Quick, Easy, and Meat-Free! Everyone Will Love This Vegan Stuffing Recipe
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There’s a lot to be grateful for as a vegan: A smaller carbon footprint. Enjoying a healthy diet that can help with weight loss. Having something in common with iconic celebrities. But when it comes to holiday dinners, especially Thanksgiving feasts, vegans are often left with crumbs. Breadcrumbs, that is. And most of those aren’t even vegan! So what’s the solution to this Thanksgiving dilemma? You can start with this perfect vegan stuffing recipe.
You’ll amaze your friends and family — vegans and non-vegans alike — with this tasty, plant-based version of the long-loved side dish. And you don’t have to sacrifice taste for principal! This homemade recipe is bursting with all the flavors of a classic stuffing dish, thanks to fresh veggies and herbs. Plus, each serving around only 100 calories, so it’s not only good tasting, it’s good for you, too! All together, this vegan stuffing can seamlessly become a part of a healthy Thanksgiving meal.
Can vegans eat stuffing?
If the stuffing was store bought, it’s likely to have chicken stock or even dried meat already in the mix, making it off limits in a vegan diet. (If you’re specifically wondering if Stove Top Stuffing is vegan, that answer is also no — even the non-meat flavors are made with chicken or turkey products.)
If the stuffing was homemade without stock or meat but was cooked inside an animal, then that won’t work for a vegan diet either. Luckily, it’s pretty easy to make a delicious stuffing that is void of any animal products. So put on your apron—we’re headed to the kitchen!
How to Make a Vegan Thanksgiving Stuffing
All the taste, none of the stuff you don’t want! Say goodbye to partially hydrogenated oils, high fructose corn syrup, and suspiciously long ingredient lists. This recipe made with whole foods and tons of flavor will have everyone humming for another serving.
1. Choose Whole Wheat Bread
Instead of white bread, opt for whole wheat bread. Not only does it provide more nutrients, like fiber, protein, iron, and thiamine, it also adds a delightful nutty flavor to the dish!
2. Flavor with Fennel
Crunchy, mild, and sweet like licorice, fennel adds an extra dimension to this recipe along with a host of nutritional value. A source of magnesium, potassium, vitamin A, calcium, and iron, fennel is sure to become your new stuffing staple.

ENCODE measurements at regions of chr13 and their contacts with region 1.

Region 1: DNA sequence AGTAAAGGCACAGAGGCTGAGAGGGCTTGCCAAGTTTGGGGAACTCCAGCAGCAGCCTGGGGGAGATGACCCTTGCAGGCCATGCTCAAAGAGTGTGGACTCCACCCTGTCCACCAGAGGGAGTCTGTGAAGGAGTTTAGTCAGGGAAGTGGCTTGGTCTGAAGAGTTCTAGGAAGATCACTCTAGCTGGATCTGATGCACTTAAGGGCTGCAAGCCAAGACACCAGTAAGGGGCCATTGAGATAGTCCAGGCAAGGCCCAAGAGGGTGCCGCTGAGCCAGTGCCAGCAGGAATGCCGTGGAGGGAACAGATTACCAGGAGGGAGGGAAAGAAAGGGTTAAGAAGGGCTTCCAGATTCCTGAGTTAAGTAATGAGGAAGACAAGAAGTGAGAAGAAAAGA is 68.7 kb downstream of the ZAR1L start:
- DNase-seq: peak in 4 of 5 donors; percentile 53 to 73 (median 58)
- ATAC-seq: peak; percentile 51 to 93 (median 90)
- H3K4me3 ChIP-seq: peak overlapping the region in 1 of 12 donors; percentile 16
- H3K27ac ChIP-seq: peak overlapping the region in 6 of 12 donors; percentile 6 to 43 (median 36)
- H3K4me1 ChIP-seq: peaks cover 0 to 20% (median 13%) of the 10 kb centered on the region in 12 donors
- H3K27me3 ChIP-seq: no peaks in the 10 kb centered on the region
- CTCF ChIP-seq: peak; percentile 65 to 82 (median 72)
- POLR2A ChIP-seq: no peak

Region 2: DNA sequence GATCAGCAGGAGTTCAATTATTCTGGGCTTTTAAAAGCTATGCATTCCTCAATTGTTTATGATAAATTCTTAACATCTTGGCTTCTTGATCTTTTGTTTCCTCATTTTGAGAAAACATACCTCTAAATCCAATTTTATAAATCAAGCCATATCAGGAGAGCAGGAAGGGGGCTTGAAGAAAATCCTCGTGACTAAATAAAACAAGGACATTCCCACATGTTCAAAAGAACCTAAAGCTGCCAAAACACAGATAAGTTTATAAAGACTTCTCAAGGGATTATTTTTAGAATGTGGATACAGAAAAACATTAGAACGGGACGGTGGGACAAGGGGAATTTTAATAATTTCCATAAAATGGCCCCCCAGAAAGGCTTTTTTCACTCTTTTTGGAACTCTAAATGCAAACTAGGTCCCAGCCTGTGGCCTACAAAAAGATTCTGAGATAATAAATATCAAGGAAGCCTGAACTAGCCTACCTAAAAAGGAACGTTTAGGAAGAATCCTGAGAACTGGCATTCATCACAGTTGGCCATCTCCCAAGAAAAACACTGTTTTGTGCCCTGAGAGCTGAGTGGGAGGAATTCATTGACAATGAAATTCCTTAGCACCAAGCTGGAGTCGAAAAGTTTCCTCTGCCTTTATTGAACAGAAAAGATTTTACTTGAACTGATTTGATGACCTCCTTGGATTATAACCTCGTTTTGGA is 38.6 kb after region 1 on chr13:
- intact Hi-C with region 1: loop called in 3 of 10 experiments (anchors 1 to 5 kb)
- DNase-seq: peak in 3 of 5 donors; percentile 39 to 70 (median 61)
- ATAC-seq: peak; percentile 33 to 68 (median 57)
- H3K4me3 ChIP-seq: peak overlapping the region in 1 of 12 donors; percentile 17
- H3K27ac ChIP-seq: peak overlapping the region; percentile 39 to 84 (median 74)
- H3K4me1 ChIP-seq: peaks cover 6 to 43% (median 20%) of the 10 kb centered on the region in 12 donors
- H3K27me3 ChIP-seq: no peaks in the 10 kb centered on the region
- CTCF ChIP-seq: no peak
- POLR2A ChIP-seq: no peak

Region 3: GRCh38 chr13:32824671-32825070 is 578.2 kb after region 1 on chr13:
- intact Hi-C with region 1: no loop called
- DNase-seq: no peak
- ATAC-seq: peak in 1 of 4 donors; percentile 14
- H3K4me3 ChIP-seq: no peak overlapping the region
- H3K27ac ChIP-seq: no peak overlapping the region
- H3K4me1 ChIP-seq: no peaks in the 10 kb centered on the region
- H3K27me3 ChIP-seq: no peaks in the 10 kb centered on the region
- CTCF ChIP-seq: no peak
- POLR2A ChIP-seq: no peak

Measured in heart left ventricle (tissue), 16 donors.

3. Make it with Mushrooms
What would a vegan Thanksgiving recipe be without mushrooms? This fungi often replaces ground meat in traditional recipes since they have a hearty texture. They’re also a great culinary choice, as they do a great job of taking on the surrounding flavors of a recipe, like the sage and thyme in this one.
So put that slightly stale loaf of bread to work, and start making your own homemade vegan stuffing! Better than store bought? You betcha.
- 8 slices whole wheat bread cubed and left on counter for a day or until slightly stale
- 4 tsp extra virgin olive oil
- ½ cup white onion chopped
- 2 celery stalks chopped
- 1 cup white mushrooms sliced
- 1 bulb fennel thinly sliced
- 1 tsp dried sage
- ½ tsp dried thyme
- 1-2 cups vegetable broth
- sea salt and ground black pepper to taste
Preheat oven to 350° F.
Evenly distribute bread cubes on two baking sheets; bake for 10-12 minutes or until toasted and crisp. Flip bread once or twice to ensure even toasting. When crisp, remove from oven and set aside. Increase the oven temperature to 375° F.
While bread is toasting, place a large skillet over medium heat; add olive oil, onion, celery, mushrooms, and fennel. Sauté for 12 to 15 minutes, stirring frequently, until vegetables are
soft and the onion is translucent.
Add thyme and sage to the onion mixture and stir well. Reduce heat to low; cover and cook for 5 minutes, stirring occasionally. Remove onion mixture from heat, uncover, and allow to cool for 5 minutes.
Combine bread and vegetable mixture in a large casserole dish, mix well.
Add 1 cup of broth to the bread mixture and stir to combine. Slowly add the remaining broth and stir until the mixture is moist throughout – not too wet or too dry.
Add a pinch of sea salt and freshly ground pepper to taste and give one last stir.
Place casserole into the preheated oven and cook for 35 to 45 minutes, or until the top becomes crispy and begins to brown.
The Nutrition Facts box below provides estimated nutritional information for this recipe.
½ Fruit & Vegetable
1 Other Carbohydrate
Photography by Anguel Dimov, AB Creative